Are ‘Professional Patients’ in Clinical Trials an Epidemic?

professional patients

So-called “professional patients” threaten the integrity of clinical trials, but can they be stopped?

Sponsors and CROs both know that bringing a drug, treatment, or medical device to market is a massive undertaking. The average time span of a successful clinical trial is 33.9 months, and when a clinical trial shutters due to low enrollment or inconsistent results, drug companies can lose up to $1.4 billion.

It’s easy to understand why clinical trials would want to speed results along by offering patients compensation for their participation. A reward of $1000 or more per patient, which is a drop in the bucket compared to the cost of shuttering a trial, can help speed recruitment and protect against patient dropout.

However, offering a fairly large sum of money in exchange for relatively little work is sure to draw some people who wish to dishonestly take advantage of the process. In the clinical trial world, these people are called “professional patients” — and they’re more common than one might expect.

The Professional Patient Problem

The term “professional patient” can refer to several different types of clinical trial patients. First, there are those who falsify a condition altogether in order to be admitted to a trial. They have no intention of actually being treated, but they lie about the treatment’s results in order to make it seem like they’re participating throughout the entire trial and receive compensation at the end.

Second, there are patients who do have the condition that the trial is researching, but they do not actually want to be treated for it and will fake their treatment results, too. Trials that are researching treatments for addiction are especially likely to attract this type of professional patient.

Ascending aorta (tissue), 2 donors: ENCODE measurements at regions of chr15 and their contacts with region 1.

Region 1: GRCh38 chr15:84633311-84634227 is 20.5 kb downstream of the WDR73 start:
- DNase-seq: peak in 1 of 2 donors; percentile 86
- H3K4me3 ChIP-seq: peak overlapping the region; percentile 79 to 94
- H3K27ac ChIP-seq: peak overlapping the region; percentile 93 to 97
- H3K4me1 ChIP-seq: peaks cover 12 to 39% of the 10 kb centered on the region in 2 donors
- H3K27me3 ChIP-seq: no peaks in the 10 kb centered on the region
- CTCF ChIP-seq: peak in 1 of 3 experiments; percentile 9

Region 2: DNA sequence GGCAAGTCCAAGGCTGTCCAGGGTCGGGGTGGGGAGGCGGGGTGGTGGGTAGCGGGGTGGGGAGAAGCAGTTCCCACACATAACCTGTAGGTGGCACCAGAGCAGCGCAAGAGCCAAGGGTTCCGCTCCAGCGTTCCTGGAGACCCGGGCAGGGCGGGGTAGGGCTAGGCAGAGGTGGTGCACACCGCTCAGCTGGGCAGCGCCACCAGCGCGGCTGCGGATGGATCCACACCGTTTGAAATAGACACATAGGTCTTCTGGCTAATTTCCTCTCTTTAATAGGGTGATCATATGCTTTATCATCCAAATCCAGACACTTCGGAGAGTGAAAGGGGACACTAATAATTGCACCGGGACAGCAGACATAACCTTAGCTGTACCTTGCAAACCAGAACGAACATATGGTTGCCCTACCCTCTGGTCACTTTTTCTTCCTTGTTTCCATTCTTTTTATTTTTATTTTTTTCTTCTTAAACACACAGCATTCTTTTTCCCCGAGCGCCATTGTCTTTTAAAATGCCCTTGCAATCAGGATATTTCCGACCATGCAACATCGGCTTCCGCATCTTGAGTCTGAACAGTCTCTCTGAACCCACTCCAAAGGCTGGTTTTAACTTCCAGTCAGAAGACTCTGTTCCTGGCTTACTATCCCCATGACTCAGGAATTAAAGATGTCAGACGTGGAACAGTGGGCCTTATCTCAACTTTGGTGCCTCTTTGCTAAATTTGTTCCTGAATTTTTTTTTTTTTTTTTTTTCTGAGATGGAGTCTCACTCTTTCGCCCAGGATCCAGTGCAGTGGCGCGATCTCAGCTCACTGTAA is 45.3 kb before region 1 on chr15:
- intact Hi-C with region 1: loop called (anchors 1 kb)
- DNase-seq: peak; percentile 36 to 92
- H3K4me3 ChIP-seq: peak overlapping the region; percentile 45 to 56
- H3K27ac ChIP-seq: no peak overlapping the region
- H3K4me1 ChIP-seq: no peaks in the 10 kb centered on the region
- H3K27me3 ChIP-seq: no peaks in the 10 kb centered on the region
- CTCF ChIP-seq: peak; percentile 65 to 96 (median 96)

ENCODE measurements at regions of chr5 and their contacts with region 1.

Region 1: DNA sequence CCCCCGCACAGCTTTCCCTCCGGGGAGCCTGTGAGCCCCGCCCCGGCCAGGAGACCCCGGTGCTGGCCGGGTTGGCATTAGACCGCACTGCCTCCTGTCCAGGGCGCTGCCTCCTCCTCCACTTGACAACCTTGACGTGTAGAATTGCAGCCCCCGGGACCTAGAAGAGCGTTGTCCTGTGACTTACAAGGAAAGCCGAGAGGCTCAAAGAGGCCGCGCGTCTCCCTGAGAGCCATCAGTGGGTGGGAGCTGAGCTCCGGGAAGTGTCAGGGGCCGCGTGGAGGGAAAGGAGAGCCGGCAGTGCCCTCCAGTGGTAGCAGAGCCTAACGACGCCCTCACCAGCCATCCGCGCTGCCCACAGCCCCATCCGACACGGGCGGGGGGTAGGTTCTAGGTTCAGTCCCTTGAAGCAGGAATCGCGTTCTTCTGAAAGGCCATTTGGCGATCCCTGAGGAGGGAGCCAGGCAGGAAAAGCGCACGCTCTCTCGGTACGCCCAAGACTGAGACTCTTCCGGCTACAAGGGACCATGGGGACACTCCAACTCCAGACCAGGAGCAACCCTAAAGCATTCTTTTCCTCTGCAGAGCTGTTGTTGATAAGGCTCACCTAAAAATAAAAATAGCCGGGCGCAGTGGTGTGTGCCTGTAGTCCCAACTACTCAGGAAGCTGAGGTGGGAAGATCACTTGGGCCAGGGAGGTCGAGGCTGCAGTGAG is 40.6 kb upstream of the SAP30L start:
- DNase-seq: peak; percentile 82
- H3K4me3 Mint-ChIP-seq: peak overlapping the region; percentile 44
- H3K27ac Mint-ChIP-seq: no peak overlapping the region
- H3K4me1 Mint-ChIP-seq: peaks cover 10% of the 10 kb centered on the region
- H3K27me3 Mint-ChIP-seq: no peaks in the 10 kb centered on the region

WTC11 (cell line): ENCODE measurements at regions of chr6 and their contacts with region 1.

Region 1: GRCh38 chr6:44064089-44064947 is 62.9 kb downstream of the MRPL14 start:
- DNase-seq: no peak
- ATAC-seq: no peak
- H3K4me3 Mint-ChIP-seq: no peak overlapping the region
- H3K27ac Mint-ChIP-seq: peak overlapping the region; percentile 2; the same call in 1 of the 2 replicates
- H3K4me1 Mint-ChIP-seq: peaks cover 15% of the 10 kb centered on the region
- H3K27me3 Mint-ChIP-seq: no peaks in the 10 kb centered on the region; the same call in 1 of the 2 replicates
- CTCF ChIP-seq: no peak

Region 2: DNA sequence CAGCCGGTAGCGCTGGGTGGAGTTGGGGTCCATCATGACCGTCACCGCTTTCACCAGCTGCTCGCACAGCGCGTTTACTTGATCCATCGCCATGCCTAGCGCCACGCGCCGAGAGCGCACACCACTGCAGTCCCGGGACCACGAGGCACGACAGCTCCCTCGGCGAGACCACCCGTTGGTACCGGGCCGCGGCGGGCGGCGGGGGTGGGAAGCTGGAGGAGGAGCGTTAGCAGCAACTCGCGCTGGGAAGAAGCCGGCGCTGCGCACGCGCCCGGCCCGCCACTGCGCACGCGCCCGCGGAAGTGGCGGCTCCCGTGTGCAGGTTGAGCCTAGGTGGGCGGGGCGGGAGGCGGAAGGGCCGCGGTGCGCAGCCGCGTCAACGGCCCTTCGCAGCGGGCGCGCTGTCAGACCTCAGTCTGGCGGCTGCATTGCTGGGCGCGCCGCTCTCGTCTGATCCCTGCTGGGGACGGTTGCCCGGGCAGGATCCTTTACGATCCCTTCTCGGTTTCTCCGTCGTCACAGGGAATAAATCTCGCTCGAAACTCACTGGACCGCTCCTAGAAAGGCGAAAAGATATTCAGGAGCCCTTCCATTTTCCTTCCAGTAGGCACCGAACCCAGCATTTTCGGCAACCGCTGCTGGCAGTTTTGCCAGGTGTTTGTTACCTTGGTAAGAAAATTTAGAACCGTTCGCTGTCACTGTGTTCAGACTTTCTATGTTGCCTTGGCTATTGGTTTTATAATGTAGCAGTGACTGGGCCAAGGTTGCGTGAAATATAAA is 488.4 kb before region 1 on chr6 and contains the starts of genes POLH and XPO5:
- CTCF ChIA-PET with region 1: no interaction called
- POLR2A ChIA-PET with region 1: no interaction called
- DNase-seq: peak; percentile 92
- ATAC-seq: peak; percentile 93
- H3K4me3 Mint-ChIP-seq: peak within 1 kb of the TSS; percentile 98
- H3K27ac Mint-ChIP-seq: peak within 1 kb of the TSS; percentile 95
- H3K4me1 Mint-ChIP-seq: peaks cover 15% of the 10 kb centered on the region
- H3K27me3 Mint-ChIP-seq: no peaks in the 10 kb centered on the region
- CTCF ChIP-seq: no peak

Finally, there are professional patients that do have a condition and actually participate in the trial, but may be participating in one or more other trials at the same time. This patient often can’t afford traditional medical care, so he or she participates in as many clinical trials as possible in order to receive both treatment and compensation.

All three of these types of professional patient can confound a trial’s results and threaten its integrity. But how prevalent, exactly, is the professional patient problem? That’s the question a 2013 study from researchers at Boston University School of Medicine and Fairleigh Dickinson University set out to answer.

The study uncovered a number of startling findings. Firstly, a full 75% of its participants admitted to withholding or hiding at least one piece of information from a clinical trial out of fear that they wouldn’t be admitted otherwise. 32% of subjects hid health problems, 28% didn’t disclose their use of prescribed medication, and 20% were dishonest about their recreational drug use. But more startlingly, 25% exaggerated symptoms and 14% made up a health condition altogether.

Putting a Stop to Deceptive Patient Practices

Fortunately, clinical trials aren’t defenseless against deceptive professional patients. Wearable clinical trial technology, a young but growing field, may be the answer to ensuring patient honesty. Companies like Fitbit and Apple both create wearable devices that monitor activity level, sleep, heart rate, and more; it’s likely that wearables will soon be able to detect levels of a drug in a patient’s body or the presence of diseases. Unless a professional patients is incredibly computer-savvy, he or she won’t be able to falsify medical data collected by a wearable device.

However, wearable technology isn’t quite developed enough to solve the professional patient problem today. In the meantime, rigorous pre-screening of patients, coordination with the patients’ medical teams during treatment intake, and changing the incentive for participation can help.

Many trials use large monetary incentives to speed along patient recruitment and meet enrollment goals, but a smart digital marketing strategy can help reach patients who genuinely want and need treatment, doing away with the need for overly generous compensation. Financial incentives draw real patients and professional patients alike, but with replacing monetary rewards with compelling copy, eye-catching graphics, and efficient audience targeting can help trials attract only patients who are genuinely interested in helping to bring a new treatment to market.  

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